The Apple Watch will make applications run from the iPhone
As we’ve mentioned before on iPadizate, the Apple Watch has reduced processing power, and that’s a reality. That’s why, in a move that we consider quite intelligent, Cupertino’s company has decided to derive part of the processing of apps to the iPhone, such as those of third parties , to avoid overloading the smart clock.
So it happens that any third-party app (i.e. those not developed by Apple itself) will run on the iPhone , which we assume will be very close to the hand we carry the watch in, say, our pocket. This will be the case until the end of next year when the developers can start submitting their native apps to Apple.
The notifications , on the other hand, will be managed by the Apple Watch , in addition to other small and light tasks that do not consume an excessive battery, since its duration is now really adjusted: of approximately one day, confirmed the company, so every night will be necessary to put to charge our clock.
Clarifications from an Apple software developer
According to this way of working, the Apple Watch would be a screen that would be showing us an app that is actually running on the iPhone. This is what the well-known developer of apps for iPhone, iOS and Mac, David Smith, explains.
In Smith’s view:
Smith also explained in his blog that all this means that Apple is not using AirPlay technology to send the Watch’s apps to the device as if it were a streaming movie.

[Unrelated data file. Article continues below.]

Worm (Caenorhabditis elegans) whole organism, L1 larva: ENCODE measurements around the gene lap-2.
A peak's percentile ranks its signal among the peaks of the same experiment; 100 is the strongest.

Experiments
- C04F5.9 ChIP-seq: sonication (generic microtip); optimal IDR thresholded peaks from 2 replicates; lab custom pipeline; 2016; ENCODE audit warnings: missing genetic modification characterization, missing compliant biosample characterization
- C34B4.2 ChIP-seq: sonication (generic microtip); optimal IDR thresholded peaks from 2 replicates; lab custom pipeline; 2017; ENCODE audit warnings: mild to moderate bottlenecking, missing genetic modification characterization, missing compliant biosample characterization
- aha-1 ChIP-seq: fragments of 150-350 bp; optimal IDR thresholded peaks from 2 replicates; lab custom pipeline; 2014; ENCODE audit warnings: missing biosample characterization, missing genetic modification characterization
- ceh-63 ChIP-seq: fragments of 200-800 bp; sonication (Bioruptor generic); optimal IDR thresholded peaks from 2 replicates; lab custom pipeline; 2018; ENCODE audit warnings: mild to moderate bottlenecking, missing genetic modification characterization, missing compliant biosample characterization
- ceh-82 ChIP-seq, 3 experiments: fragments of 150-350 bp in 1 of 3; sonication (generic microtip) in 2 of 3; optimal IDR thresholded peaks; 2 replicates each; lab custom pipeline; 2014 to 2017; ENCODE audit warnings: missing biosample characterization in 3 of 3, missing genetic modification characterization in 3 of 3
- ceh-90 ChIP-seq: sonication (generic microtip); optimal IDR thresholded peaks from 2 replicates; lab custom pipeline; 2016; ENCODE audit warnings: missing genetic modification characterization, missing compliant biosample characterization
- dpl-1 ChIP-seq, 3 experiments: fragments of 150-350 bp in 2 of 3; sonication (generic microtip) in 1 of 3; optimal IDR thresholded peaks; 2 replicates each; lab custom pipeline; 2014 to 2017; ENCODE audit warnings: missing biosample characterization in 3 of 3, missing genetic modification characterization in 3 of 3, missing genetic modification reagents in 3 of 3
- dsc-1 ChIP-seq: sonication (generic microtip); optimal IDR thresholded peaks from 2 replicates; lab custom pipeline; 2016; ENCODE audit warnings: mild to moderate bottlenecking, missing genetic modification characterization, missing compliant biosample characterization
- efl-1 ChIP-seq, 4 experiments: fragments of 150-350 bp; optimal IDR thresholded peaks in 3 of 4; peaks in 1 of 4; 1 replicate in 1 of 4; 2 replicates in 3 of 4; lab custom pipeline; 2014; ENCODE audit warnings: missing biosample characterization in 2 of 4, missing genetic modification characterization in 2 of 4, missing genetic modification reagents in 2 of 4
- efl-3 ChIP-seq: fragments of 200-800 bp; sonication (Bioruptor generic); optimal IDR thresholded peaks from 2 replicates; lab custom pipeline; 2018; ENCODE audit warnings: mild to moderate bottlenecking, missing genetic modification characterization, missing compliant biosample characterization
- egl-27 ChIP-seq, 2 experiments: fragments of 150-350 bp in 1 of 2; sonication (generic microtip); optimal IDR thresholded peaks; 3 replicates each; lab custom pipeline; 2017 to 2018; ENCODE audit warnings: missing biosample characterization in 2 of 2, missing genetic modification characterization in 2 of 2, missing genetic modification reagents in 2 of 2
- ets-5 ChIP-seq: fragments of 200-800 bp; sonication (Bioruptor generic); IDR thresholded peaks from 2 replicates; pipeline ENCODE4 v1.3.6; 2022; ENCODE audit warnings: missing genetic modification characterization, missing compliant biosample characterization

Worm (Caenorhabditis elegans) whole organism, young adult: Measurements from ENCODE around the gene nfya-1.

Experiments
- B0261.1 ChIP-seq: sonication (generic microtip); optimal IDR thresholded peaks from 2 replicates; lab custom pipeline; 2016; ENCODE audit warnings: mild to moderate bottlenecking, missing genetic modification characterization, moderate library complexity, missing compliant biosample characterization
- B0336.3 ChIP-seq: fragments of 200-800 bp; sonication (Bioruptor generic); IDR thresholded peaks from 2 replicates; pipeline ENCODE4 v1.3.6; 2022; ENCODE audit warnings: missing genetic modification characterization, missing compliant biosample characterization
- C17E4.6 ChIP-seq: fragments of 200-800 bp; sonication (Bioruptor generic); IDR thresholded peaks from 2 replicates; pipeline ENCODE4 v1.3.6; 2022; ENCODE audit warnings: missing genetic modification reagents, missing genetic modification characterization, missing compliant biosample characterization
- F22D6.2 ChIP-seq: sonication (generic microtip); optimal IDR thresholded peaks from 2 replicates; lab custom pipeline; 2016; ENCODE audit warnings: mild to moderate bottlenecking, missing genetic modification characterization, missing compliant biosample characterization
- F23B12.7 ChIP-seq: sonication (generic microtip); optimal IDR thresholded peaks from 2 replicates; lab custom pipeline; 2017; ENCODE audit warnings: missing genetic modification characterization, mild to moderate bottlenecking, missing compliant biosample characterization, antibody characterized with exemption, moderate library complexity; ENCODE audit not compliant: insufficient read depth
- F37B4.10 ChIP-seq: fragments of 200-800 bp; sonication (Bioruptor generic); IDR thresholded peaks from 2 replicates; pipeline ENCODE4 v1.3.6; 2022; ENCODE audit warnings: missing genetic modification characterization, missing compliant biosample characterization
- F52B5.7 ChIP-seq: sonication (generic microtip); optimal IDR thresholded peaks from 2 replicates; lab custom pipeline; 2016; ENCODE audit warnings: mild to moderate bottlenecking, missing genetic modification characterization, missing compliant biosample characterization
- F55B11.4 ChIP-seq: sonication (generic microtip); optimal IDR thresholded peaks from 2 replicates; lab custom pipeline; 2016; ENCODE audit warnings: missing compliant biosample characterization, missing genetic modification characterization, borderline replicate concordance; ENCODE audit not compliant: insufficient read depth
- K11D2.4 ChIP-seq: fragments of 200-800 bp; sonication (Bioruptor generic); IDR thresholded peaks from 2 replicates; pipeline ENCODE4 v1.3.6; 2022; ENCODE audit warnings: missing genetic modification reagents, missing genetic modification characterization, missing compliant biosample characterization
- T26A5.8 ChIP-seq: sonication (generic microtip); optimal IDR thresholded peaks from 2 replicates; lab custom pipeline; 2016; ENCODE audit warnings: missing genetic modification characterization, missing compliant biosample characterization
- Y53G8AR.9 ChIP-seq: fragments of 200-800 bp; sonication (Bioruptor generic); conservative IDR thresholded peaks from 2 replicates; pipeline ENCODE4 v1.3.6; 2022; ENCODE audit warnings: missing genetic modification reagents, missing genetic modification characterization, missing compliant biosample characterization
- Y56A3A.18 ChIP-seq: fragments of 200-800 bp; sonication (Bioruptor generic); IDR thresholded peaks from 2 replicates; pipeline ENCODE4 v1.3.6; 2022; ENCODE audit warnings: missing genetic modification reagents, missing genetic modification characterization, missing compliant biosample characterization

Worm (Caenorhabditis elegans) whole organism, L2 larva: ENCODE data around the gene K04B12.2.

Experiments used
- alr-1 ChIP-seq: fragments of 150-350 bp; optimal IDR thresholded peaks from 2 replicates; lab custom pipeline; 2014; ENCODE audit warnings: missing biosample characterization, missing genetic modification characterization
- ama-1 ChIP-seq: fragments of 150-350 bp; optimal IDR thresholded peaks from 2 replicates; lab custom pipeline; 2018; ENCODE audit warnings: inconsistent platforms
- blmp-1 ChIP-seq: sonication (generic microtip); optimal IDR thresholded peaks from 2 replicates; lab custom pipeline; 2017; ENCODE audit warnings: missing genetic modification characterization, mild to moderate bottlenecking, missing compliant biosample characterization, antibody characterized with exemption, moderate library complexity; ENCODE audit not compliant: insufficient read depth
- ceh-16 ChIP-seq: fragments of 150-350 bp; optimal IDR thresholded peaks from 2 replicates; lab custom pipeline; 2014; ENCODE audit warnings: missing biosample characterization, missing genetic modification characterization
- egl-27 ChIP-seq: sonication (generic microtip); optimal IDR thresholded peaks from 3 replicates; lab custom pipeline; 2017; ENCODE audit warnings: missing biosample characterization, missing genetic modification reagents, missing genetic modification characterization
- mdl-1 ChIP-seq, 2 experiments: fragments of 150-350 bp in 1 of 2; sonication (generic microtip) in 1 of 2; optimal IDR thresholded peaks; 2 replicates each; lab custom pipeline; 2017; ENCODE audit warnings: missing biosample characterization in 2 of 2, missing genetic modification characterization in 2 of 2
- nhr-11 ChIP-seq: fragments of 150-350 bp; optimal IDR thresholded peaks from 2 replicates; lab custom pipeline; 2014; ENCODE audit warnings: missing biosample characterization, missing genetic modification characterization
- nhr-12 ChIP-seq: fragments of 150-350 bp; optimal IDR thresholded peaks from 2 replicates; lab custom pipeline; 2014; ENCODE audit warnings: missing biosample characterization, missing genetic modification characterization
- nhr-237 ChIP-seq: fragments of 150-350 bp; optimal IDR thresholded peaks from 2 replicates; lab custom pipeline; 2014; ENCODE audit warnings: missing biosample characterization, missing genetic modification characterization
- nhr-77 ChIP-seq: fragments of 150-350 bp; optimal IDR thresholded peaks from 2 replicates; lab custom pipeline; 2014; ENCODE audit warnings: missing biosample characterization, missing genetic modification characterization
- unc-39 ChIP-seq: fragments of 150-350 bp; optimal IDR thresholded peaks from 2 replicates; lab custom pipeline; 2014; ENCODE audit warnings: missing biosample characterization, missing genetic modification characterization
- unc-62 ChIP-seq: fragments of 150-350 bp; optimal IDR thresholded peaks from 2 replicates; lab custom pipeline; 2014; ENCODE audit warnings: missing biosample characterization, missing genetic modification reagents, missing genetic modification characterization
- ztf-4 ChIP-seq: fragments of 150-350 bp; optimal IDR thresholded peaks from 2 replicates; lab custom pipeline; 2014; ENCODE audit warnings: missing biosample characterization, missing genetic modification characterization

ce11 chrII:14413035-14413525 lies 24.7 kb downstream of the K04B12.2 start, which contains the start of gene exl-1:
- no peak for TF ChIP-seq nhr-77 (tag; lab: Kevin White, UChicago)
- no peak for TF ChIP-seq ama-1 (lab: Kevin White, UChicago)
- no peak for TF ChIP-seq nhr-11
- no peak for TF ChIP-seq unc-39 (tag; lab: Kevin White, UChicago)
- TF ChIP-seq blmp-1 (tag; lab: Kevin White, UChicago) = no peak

The developer also bets that “the biggest trace of energy that these apps will have is the link between the iPhone and the Watch. Optimizing the Watch’s operating system for an efficient link is easier than building a complete and rich SDK (…)”.
Things you may have learned from the Watch by studying the WatchKit
There are many interesting things that have come to light when studying the WatchKit that Apple recently released for developers.
For example, the font that uses Apple’s smartwatch OS is “San Francisco”, created by Susan Kare.
The Watch’s interface animations are first rendered on the iPhone and then sent wirelessly to the Watch. There may be some very slight delays in some animations.
There are two types of notices, short and long . While the short one offers very little information and disappears, the long one offers more details and must be closed by the user. Multi-gesture is not supported , we need to interact with one finger only. There are two resolutions . For the 38 mm diameter clock 272×340 and for the 42 mm diameter clock 312×390.
Without a doubt, we find the way Apple has solved the problem of the clock’s power consumption by apps very interesting. However, will require you to carry your iPhone with you at all times in order to run third-party apps. What do you think about having to carry your iPhone to use some applications?